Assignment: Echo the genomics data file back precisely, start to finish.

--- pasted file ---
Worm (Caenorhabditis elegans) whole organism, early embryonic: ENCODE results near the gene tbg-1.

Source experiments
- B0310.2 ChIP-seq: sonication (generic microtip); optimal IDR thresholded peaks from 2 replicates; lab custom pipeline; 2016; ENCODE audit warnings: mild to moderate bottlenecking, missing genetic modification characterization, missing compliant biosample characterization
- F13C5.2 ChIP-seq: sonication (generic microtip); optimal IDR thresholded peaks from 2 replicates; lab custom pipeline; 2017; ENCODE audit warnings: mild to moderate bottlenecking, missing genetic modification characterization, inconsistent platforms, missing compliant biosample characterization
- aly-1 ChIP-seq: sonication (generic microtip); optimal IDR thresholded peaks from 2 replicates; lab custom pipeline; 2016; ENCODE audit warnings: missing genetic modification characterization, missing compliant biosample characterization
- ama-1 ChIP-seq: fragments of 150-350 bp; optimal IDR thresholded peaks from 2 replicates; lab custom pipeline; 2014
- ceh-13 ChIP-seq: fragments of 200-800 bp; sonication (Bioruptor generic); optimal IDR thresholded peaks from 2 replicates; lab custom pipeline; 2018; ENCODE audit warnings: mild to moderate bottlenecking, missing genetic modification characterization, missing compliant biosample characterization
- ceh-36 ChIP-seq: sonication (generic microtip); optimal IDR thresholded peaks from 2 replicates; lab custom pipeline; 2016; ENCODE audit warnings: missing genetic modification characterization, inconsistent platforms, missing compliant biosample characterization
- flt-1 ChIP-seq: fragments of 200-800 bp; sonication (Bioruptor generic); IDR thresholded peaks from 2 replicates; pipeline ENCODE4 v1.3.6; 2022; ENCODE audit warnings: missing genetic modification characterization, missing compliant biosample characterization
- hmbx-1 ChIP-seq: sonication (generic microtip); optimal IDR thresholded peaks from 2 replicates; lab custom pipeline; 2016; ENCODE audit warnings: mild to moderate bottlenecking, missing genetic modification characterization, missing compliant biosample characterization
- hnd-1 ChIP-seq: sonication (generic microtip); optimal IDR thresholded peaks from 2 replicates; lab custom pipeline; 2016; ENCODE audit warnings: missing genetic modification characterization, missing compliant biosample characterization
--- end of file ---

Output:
Worm (Caenorhabditis elegans) whole organism, early embryonic: ENCODE results near the gene tbg-1.

Source experiments
- B0310.2 ChIP-seq: sonication (generic microtip); optimal IDR thresholded peaks from 2 replicates; lab custom pipeline; 2016; ENCODE audit warnings: mild to moderate bottlenecking, missing genetic modification characterization, missing compliant biosample characterization
- F13C5.2 ChIP-seq: sonication (generic microtip); optimal IDR thresholded peaks from 2 replicates; lab custom pipeline; 2017; ENCODE audit warnings: mild to moderate bottlenecking, missing genetic modification characterization, inconsistent platforms, missing compliant biosample characterization
- aly-1 ChIP-seq: sonication (generic microtip); optimal IDR thresholded peaks from 2 replicates; lab custom pipeline; 2016; ENCODE audit warnings: missing genetic modification characterization, missing compliant biosample characterization
- ama-1 ChIP-seq: fragments of 150-350 bp; optimal IDR thresholded peaks from 2 replicates; lab custom pipeline; 2014
- ceh-13 ChIP-seq: fragments of 200-800 bp; sonication (Bioruptor generic); optimal IDR thresholded peaks from 2 replicates; lab custom pipeline; 2018; ENCODE audit warnings: mild to moderate bottlenecking, missing genetic modification characterization, missing compliant biosample characterization
- ceh-36 ChIP-seq: sonication (generic microtip); optimal IDR thresholded peaks from 2 replicates; lab custom pipeline; 2016; ENCODE audit warnings: missing genetic modification characterization, inconsistent platforms, missing compliant biosample characterization
- flt-1 ChIP-seq: fragments of 200-800 bp; sonication (Bioruptor generic); IDR thresholded peaks from 2 replicates; pipeline ENCODE4 v1.3.6; 2022; ENCODE audit warnings: missing genetic modification characterization, missing compliant biosample characterization
- hmbx-1 ChIP-seq: sonication (generic microtip); optimal IDR thresholded peaks from 2 replicates; lab custom pipeline; 2016; ENCODE audit warnings: mild to moderate bottlenecking, missing genetic modification characterization, missing compliant biosample characterization
- hnd-1 ChIP-seq: sonication (generic microtip); optimal IDR thresholded peaks from 2 replicates; lab custom pipeline; 2016; ENCODE audit warnings: missing genetic modification characterization, missing compliant biosample characterization